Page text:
However, progressive creationists selectively pick and choose which parts of the Bible to accept as written and which parts to “reinterpret” based on secular ideas. Thus, they accept the resurrection of Christ—even though the “book of nature” suggests that resurrections are impossible. Secondly, they completely ignore the order of creation in Genesis on the basis that “nature” supercedes it.
The main problem with this belief is that a sin-cursed earth and universe can only be interpreted correctly in light of God’s Word. They are not and cannot be an independent source of revelation.
For more, see What’s wrong with progressive creation?
The Framework Hypothesis (or Interpretation) assumes, first of all, that the creation narrative in Genesis 1:1–2:3 is a literary device that reveals God’s creative acts in a topical manner (i.e., the order is not meant to be sequential, but based on specific aspects of God’s work). Framework supporters also claim that there are figurative elements in Genesis (e.g., repetitive words and structures) that imply the text is referring to two different realms (heavenly and earthly).
While the Framework Hypothesis is touted as a straightforward reading of the text, the need for such a model does not stem from Scripture and is, instead, a desire to integrate naturalistic ideas about the origin and history of the universe. Furthermore, a close examination of the Hebrew shows serious flaws in any attempt to turn what is clearly a historical account into a figurative framework.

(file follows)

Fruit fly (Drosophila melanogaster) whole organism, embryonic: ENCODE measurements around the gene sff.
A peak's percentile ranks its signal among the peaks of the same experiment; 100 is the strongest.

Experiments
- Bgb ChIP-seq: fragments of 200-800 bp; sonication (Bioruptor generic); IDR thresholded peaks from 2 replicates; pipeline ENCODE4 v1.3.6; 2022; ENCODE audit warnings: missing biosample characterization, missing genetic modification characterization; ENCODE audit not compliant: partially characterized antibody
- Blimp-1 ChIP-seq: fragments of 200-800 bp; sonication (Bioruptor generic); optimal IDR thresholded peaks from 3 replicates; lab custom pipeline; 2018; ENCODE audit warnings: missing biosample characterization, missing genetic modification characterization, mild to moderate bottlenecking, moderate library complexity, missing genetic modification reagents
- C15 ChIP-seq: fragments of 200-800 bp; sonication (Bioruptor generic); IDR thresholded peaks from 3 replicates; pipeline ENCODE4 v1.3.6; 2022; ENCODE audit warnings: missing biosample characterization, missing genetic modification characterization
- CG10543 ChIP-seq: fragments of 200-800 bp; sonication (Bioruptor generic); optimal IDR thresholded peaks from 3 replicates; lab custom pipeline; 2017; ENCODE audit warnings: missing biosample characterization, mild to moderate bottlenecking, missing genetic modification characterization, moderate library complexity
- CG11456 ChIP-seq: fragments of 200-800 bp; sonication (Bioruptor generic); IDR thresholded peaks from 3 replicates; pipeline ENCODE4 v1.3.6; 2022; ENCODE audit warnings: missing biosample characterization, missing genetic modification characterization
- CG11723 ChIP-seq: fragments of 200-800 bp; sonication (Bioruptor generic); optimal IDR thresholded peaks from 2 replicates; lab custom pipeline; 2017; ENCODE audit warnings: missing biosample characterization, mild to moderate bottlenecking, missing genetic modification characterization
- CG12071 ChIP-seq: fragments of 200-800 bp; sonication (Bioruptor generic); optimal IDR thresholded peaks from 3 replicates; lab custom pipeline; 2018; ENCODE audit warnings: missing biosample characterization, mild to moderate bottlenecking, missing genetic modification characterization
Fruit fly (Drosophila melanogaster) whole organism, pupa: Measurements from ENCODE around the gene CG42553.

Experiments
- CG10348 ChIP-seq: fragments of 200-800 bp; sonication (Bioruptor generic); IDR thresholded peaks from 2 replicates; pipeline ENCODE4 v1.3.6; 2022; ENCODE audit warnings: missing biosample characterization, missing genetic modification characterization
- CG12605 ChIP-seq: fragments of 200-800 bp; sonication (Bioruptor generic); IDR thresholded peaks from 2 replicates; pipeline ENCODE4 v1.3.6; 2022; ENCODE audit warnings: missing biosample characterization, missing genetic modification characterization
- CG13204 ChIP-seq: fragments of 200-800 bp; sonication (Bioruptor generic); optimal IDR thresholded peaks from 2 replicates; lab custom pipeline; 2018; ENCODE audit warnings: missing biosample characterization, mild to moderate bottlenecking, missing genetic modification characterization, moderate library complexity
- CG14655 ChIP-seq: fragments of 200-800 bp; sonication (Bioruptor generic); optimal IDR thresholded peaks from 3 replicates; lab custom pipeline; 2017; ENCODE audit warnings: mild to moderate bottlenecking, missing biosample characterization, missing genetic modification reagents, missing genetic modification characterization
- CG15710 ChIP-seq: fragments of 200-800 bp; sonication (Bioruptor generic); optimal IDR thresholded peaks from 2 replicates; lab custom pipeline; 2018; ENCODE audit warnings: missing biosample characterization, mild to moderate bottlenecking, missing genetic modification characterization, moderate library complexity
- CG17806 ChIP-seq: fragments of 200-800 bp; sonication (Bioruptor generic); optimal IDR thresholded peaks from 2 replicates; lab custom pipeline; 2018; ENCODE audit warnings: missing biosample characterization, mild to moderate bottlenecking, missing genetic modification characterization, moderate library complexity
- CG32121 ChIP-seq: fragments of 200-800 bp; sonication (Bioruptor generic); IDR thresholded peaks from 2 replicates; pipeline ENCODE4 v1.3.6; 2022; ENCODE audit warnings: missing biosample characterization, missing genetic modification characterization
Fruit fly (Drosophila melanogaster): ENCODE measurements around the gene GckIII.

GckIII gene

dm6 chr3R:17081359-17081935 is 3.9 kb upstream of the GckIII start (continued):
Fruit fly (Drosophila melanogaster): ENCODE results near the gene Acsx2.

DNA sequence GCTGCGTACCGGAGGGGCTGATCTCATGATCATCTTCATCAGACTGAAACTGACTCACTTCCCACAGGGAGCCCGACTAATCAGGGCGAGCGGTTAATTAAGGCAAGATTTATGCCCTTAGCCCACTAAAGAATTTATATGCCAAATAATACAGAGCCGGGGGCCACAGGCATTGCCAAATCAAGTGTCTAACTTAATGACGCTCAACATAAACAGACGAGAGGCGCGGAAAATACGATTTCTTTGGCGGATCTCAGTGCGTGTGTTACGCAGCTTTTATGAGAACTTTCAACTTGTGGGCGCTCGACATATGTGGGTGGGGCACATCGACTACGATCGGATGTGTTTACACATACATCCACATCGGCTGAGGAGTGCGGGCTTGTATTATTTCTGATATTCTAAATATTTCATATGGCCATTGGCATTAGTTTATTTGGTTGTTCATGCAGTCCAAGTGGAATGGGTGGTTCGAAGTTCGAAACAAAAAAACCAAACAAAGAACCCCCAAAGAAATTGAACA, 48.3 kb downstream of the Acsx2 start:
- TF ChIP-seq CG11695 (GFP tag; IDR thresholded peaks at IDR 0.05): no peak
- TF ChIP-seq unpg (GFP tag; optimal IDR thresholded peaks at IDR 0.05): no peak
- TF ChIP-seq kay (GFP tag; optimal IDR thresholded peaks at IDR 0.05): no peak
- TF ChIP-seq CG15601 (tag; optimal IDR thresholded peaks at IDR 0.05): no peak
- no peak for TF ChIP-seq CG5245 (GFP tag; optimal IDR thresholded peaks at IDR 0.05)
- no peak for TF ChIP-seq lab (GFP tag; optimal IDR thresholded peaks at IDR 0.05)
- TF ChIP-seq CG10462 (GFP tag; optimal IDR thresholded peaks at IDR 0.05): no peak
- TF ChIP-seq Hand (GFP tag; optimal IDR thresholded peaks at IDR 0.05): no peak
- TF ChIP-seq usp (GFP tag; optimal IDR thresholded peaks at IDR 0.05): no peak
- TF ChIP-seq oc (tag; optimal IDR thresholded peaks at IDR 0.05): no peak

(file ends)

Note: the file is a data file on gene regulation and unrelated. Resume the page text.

Intelligent Design is only creationist in the sense that the theory posits that the complexity of living and non-living things suggests that there was an intelligent cause (i.e., everything was created). Thus, since it is opposed to naturalism, many lump the Intelligent Design Movement (IDM) in with creationism. This is not a completely accurate assumption, however, as those in the IDM do not specify a creator and do not necessarily accept the Bible as historical. Many in the IDM also accept an ancient age for the universe and the big bang, while others accept common descent (the belief that all living things descended from a single organism).
There are some areas of agreement between creationists and Intelligent Design proponents (e.g., the inability of natural processes to give rise to life), but there are also a number of disagreements (e.g., a definite creator). However, the IDM is not Christian and is not dedicated to the gospel message, which is foundational to true creationism.
Theistic evolution is the belief that God used evolution to “create” all life. God is not detectable in the evolutionary process, but, nevertheless, He at least imparted enough information at the big bang to cause the universe and life to evolve. The line between what is natural and divine is often blurred with theistic evolutionists, but naturalistic explanations are often accepted for the age of the universe and the origin and descent of life on earth. As such, theistic evolutionists regard the Bible as a book concerning moral truths and not necessarily historical truths. However, this begs the question: if one can’t trust what the Bible says in Genesis about how life came to be, then why should anyone trust what the Bible says about salvation through Christ.